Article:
One of the practical implications that follows from the previous benefit is that Christ’s action of making atonement gives us an example to follow, which is not found centrally in the assumption of a debt of punishment. Rather, the example is found in the life and resurrection of Christ. Christ gives us an example of how to love and honor the Father. Is this not the purpose for which we were made? To honor him? It seems to us that it is, and for this reason some version of the satisfaction theory appears to be superior to penal substitution on this score.
Benefit 3: Christ’s sacrifice does not face the fiction objection.
One of the most important objections to penal substitution has been dubbed the legal fiction objection. According to the legal fiction objection, Christ’s sacrifice is deemed as anti-real because debts of punishment are accrued from violations of laws. If there is a necessary lawful connection between the action of the perpetrator and the debt that ensues and if the absorption of a debt is necessarily connected to the debtor, then it is not clear that the non-debtor could absorb the same debt. The case is not the same for elimination of a debt by paying a creditor so that the creditor does not absorb a loss (for that would be wrong). It is another thing to say that the lawful connection between a debtor and her debt could be absorbed by another. With that said, there have been a variety of ways to work out the legal fiction objection to penal substitution. Nevertheless, penal substitution continues to face what seems to be an overwhelming burden. The satisfaction theory, on the other hand, averts this problem altogether by establishing a relationship where Christ eliminates the debt for the debtor by satisfying the creditor.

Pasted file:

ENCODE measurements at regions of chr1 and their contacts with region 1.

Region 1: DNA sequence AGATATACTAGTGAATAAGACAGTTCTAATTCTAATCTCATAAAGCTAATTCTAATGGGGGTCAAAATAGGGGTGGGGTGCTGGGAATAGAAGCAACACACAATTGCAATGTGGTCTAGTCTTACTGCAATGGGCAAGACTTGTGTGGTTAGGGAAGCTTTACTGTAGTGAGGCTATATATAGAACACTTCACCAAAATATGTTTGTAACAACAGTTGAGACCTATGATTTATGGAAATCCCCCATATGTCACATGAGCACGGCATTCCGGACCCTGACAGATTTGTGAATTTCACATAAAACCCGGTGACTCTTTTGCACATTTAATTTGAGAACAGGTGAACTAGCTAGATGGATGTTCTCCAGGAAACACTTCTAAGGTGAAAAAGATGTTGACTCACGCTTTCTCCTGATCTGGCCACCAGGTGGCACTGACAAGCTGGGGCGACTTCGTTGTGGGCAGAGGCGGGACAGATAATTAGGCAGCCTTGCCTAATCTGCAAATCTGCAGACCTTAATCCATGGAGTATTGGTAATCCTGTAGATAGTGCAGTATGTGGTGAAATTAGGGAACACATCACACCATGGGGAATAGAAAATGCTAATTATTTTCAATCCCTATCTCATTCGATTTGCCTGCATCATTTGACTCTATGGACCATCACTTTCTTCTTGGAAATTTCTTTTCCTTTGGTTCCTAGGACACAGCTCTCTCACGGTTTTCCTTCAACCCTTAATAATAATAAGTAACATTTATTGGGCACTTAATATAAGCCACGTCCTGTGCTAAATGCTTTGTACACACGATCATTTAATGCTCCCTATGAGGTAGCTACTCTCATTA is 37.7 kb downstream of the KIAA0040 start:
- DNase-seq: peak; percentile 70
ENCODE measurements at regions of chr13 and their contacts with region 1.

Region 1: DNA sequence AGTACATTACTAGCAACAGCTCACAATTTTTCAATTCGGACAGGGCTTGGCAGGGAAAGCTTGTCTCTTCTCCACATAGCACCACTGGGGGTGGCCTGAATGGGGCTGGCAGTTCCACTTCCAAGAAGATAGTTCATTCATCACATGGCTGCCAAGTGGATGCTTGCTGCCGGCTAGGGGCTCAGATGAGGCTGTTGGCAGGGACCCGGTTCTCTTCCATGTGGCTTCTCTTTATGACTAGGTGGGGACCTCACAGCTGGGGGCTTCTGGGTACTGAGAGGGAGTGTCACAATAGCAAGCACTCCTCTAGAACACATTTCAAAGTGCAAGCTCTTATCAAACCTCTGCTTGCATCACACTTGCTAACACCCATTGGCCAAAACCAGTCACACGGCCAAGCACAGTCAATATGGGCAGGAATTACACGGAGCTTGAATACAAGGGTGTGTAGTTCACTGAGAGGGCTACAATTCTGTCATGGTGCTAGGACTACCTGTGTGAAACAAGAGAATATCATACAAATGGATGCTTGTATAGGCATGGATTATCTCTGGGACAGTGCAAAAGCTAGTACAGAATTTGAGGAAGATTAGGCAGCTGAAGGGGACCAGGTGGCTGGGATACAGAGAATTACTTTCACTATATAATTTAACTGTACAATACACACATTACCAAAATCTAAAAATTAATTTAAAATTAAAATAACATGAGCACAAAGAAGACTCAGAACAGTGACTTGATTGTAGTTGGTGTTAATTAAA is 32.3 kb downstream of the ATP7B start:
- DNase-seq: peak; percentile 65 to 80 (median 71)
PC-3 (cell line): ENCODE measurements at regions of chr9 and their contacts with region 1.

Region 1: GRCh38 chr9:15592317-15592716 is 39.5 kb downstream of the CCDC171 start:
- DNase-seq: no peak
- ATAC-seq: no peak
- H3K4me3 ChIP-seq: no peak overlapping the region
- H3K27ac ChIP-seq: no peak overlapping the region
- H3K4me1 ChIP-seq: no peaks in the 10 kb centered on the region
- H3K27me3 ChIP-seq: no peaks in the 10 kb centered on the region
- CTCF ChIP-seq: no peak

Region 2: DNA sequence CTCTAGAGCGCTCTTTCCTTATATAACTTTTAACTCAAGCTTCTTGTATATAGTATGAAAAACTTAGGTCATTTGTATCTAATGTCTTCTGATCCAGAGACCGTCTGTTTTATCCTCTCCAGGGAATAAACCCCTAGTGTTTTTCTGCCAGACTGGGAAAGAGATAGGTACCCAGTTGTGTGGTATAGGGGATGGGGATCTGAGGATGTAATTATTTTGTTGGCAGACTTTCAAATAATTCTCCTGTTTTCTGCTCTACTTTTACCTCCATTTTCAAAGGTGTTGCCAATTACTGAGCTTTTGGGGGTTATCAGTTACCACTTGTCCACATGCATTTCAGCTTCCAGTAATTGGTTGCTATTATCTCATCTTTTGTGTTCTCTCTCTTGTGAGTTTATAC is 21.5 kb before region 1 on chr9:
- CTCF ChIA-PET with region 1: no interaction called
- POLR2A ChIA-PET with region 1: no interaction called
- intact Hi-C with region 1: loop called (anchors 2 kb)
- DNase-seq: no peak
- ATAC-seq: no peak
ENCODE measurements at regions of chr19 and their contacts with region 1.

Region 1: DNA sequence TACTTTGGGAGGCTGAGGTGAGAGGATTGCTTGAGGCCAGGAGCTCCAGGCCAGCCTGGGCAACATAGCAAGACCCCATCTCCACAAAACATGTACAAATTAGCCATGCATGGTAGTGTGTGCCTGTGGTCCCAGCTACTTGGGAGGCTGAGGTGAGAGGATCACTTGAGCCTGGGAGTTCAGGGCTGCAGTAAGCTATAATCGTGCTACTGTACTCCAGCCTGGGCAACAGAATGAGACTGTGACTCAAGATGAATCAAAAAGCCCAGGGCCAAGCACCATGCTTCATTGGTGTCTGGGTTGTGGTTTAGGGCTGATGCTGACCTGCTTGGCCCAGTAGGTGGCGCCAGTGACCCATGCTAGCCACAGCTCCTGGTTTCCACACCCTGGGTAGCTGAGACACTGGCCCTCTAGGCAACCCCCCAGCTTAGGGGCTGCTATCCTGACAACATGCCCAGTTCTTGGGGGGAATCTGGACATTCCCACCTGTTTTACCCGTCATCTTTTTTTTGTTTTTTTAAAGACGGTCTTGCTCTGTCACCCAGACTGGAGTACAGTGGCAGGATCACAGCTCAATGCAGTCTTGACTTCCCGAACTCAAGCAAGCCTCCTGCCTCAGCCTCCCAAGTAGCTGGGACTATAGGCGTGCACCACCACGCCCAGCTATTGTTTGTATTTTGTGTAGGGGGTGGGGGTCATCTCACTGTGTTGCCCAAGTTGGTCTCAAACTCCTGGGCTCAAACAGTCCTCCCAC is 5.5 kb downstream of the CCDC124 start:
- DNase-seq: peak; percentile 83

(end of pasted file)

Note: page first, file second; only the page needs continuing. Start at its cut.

Benefit 4: An Anselmian satisfaction theory satisfies the desirables in the Reformed tradition.
Finally, and we think this is an important point to make. There is a common assumption that the Reformed tradition is monolithic regarding which atonement theory is the Reformed “view.” While the case cannot be made prior to Calvin that penal substitution was the dominant or definitive teaching of the catholic church (although attempts have been made), it is clear that penal substitution was not and is not the monolithic teaching in the Reformed tradition. For there are several examples of important Scholastic Reformed theologians who affirmed views resembling the satisfaction theory. Anyone familiar with New England dogmatics after Jonathan Edwards, for example, is aware that there is a common tendency to endorse either a moral government theory of atonement or a satisfaction theory of atonement or some hybrid of the two. Furthermore, the satisfaction theory (or the modified version of it that we have offered up elsewhere), is able to satisfy what we believe are some of the central dogmatic tenets of the Reformed faith (e.g., sola gratia, sola fide, sola Christus, along with the emphasis on justification alone).
Maybe for these reasons there has never been a creedal statement for one particular brand of the atonement, and this gives us some reason to think the early church fathers willingly overlooked the challenge to give us an ecumenical symbol of the atonement. That there are certain confessional symbols that do affirm penal substitution in the Reformed tradition does not mean that we must presume the tradition is doctrinally monolithic.